Efficient metering personnel will make good installations. In doing so, they will observe certain practices that will be helpful to both their company and the customers. These good practices have many benefits. They insure good service by preventing unnecessary outages.

They insure good customer relations by preventing damage to the customer’s equipment. Also, the meter employee will not have to return to the customer’s premises for things forgotten or left undone and thereby undermine the customer’s confidence in electric metering.

All these benefits, in turn, help the company and the employee. Following are some of the good metering practices, not necessarily in order of importance. Competent metering employees will:

Recognize their responsibilities while on the customer’s premises.
• Take the nearest and safest route to accomplish the work.
• Take care not to damage any of the customer’s property.
• Leave the area clean upon completion of the job.
• Report any hazards to the meter department supervisor.

Work in the safest possible manner.
• Keep in mind that no job is so important that it cannot be done safely.
• Inspect all meter wiring connections for correctness
• Check connections to prevent outages, damage to meter installation, damage to customer’s property, and personal injury.

Inspect for loose connections.
• A loose connection can cause intermittent service or it can cause a complete outage. Loose connections generally arc, causing a fire hazard. Even if there is no fire damage, heating around the connection occurs.
Inspect for good grounding.
• Check for equipment ground at the installation. Realize that no ground at the installation is a potential hazard and report it to the supervisor.

Pay attention to details.
• Check meter voltage links. Inspect connections between two dissimilar metals.
• Connection between two dissimilar metals often causes corrosion.
• Corrosion can be prevented by using the proper connector and by protecting the connector and conductors against oxidation.
• Wires corroded at a joint have the same effect as a loose connection since corrosion has a high resistance and causes heating, which, in turn, assists the corrosive action.

Check for proper voltages.
• Voltage should be checked before installing the meter.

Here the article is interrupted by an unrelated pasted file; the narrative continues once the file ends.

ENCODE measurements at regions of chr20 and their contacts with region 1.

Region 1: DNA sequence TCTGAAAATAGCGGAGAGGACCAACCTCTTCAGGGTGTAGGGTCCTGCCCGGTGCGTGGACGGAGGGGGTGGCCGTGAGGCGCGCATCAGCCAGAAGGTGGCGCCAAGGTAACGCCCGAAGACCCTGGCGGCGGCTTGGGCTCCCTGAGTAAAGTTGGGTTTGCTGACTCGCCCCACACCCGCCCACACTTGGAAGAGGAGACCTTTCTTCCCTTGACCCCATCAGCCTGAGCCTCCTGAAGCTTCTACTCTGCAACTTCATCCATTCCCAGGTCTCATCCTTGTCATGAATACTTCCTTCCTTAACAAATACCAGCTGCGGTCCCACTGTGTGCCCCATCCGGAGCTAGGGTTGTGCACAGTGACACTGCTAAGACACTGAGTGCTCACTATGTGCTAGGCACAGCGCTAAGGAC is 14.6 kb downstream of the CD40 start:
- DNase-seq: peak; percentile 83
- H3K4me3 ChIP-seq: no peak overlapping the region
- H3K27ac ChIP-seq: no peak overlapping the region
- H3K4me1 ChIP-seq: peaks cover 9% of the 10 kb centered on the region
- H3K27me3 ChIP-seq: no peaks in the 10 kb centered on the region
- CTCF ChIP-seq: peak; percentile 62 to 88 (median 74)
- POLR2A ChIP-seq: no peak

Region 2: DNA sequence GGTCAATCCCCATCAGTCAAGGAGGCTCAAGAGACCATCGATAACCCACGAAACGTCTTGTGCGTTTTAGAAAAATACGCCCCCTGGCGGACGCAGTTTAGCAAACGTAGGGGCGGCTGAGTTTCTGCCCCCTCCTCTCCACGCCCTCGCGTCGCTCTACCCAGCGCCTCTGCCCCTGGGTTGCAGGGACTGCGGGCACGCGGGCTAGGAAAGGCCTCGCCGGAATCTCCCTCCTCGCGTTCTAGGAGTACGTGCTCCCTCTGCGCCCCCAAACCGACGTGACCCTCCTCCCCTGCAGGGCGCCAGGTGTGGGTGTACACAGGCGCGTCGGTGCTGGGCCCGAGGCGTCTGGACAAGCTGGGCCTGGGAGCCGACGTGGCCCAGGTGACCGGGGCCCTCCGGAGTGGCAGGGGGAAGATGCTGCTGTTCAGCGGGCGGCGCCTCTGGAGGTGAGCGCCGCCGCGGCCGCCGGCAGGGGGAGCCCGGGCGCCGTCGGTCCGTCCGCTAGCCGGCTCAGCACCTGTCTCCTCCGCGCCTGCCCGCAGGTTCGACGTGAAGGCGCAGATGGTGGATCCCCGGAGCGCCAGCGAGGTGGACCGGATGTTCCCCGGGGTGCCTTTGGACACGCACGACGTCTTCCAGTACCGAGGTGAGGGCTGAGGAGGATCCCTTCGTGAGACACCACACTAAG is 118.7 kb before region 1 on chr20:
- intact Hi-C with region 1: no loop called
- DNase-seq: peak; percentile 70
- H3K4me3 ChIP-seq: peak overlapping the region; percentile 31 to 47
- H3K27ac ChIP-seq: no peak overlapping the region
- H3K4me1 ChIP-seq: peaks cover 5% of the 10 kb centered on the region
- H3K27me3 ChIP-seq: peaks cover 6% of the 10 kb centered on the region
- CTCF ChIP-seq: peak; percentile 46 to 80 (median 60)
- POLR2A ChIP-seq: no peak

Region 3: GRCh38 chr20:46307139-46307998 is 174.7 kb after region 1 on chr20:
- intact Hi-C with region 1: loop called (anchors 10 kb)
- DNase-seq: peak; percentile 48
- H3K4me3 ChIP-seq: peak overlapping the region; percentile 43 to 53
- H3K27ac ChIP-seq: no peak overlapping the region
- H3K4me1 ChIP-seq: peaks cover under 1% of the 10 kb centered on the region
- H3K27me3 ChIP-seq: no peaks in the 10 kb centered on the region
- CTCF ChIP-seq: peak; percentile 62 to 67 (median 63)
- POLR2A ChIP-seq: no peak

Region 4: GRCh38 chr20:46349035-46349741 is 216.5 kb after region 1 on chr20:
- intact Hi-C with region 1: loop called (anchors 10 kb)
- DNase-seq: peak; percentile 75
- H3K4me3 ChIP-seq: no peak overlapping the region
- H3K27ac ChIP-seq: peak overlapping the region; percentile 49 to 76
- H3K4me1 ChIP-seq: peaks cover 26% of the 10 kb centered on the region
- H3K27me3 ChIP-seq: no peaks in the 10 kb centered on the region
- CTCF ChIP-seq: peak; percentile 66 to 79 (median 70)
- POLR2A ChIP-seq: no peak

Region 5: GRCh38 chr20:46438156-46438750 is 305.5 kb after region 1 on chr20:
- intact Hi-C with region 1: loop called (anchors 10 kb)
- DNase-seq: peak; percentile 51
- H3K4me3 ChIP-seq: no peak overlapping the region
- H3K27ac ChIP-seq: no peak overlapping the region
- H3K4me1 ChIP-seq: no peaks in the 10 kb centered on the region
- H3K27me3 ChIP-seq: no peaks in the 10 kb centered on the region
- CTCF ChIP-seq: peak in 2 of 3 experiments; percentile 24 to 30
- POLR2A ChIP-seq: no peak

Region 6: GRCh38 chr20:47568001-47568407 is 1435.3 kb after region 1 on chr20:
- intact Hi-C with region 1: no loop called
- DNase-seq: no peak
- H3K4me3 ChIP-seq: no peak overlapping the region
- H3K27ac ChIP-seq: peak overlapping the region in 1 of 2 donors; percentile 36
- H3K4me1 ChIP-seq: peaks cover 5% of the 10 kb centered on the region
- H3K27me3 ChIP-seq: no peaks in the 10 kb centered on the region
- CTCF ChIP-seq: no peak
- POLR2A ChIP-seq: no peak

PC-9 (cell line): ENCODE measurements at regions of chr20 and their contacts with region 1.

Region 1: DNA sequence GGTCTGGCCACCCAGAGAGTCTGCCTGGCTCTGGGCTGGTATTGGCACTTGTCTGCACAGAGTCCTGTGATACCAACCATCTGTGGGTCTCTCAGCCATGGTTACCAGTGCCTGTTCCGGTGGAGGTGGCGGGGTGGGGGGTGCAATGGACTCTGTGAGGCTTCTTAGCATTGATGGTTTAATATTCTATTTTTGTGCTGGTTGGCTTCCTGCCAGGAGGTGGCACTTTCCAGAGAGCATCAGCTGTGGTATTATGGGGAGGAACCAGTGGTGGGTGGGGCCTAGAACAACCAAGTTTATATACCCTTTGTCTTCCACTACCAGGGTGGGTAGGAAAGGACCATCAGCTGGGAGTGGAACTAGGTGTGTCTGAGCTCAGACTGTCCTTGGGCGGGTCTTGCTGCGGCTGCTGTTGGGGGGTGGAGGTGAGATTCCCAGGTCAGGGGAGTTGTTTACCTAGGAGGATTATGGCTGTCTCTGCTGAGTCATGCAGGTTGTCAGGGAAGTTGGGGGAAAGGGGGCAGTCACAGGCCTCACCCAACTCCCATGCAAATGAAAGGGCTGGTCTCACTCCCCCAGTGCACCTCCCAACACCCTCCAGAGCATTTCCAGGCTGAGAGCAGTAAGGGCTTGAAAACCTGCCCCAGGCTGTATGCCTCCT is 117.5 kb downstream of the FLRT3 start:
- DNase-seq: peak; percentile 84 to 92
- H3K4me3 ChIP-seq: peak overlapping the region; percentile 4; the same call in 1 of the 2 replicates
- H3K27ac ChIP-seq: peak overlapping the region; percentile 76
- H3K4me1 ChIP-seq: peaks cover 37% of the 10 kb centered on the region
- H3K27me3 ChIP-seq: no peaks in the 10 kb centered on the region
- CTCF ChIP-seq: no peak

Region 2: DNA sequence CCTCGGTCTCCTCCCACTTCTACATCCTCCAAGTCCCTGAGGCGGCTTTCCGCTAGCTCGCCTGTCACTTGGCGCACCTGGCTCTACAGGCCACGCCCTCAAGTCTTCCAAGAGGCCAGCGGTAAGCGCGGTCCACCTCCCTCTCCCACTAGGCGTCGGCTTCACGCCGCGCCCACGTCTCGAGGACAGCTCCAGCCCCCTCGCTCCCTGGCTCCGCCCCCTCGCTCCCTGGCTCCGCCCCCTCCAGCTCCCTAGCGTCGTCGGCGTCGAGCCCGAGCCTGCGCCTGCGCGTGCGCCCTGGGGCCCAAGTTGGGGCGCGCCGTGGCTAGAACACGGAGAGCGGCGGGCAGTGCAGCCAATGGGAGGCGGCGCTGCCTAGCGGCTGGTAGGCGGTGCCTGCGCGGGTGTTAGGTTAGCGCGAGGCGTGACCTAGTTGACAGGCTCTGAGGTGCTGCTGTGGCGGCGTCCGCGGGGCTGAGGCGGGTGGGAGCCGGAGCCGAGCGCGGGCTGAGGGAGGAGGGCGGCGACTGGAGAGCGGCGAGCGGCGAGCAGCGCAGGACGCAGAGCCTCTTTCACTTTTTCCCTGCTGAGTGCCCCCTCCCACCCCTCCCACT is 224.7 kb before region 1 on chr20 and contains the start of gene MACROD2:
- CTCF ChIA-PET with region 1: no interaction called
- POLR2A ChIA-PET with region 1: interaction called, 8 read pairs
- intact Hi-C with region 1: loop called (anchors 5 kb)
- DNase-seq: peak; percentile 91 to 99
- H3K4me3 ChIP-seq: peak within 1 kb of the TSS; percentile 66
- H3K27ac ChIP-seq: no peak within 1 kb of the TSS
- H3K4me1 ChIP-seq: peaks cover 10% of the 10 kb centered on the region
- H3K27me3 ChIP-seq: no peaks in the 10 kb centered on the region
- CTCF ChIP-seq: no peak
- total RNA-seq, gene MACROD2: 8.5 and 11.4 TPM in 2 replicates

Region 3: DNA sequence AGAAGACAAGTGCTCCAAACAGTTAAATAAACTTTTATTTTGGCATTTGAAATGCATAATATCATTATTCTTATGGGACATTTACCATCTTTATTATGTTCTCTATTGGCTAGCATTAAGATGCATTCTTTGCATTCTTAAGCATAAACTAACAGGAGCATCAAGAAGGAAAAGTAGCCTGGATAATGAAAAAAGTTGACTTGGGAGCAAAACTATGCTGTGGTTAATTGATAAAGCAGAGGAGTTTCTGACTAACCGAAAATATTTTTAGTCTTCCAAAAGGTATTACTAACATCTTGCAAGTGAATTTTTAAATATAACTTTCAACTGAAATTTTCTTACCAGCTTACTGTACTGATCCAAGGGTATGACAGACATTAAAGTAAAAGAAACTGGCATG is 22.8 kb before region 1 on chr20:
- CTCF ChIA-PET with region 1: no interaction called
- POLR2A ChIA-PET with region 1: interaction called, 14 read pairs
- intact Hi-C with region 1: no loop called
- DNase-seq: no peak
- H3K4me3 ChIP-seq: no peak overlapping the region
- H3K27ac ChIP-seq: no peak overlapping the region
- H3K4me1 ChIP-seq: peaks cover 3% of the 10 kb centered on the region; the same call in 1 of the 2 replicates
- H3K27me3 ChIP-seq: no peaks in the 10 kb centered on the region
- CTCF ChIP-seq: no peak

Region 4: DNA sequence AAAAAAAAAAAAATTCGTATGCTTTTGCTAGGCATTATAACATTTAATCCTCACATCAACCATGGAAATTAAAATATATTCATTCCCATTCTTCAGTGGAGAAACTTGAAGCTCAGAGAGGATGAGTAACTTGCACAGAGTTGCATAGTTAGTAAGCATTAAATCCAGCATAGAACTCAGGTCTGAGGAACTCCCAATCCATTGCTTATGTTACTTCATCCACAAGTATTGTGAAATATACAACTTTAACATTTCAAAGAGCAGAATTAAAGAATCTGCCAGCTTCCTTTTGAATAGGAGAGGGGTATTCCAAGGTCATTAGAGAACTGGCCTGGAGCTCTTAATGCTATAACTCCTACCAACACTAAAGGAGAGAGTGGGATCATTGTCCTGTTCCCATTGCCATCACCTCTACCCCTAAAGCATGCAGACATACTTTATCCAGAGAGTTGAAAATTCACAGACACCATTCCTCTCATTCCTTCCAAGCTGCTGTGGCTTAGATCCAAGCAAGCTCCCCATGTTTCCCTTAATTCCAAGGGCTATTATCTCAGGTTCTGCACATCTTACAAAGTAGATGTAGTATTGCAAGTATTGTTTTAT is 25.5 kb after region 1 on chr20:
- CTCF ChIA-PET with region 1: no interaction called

• A reversal of the power and lighting leg on a four-wire delta system causes excess voltage on customer’s equipment. Also, a reversal of the hot leg and ground has serious consequences.
• Grounded conductors and the power leg of four-wire delta services should be permanently identified.

Check phase rotation.
• Phase rotation on installations which have been disconnected temporarily for service work should be checked. If a reverse phase rotation is connected to the customer’s motors, they will reverse, possibly causing extensive damage. This could also mean personal injury.

Check for single phasing.
• It is possible to prevent damage to the customer’s property by disconnecting or warning the customer to disconnect the load on a three-phase service when one phase is out. A running three-phase motor may continue to run on single phase but will overheat. A stopped motor may attempt to start but cannot, which causes overheating.

Observe direction of disk rotation.
• Whenever possible, try to get a load applied to the meter in order to check for correct disk rotation.

Check for diversion.
• Always check for circuits tapped ahead of the meter or current transformers.

Check for correct installation information.
• Check for correct phase, amperes, volts, and frequency.
• Check for such details as multipliers, full scales, readings, and similar data.
• Check all written records against actual nameplate data.

Check to see if meter is level.
• An out-of-plumb meter may be inaccurate. Besides being inaccurate, it presents an unsightly appearance to the customer and may undermine his confidence in the electric metering.

Give the entire job a good once over before leaving it.
• Check the job in general for good workmanship and safety before leaving. Be sure the area surrounding the meter is left clean and neat.

Meter employees are the company in the eyes of many customers. They can make a good impression on the customer by being neat in dress, accurate in work, and courteous at all times.

Having equipment and tools in good, clean condition will build the customer’s confidence in the company and assure the customer of the employee’s skill. Sloppy dress, actions, and equipment leave a poor impression.

There are probably many other practices which are followed on local levels throughout the country, but if employees observe those listed, they will turn out a good job.

Failure to follow any one of these practices may result in extensive property damage, personal injury, outage of service, or a loss of revenue. And, last but by no means least, it may impair that valuable asset to a public utility—good customer relations.

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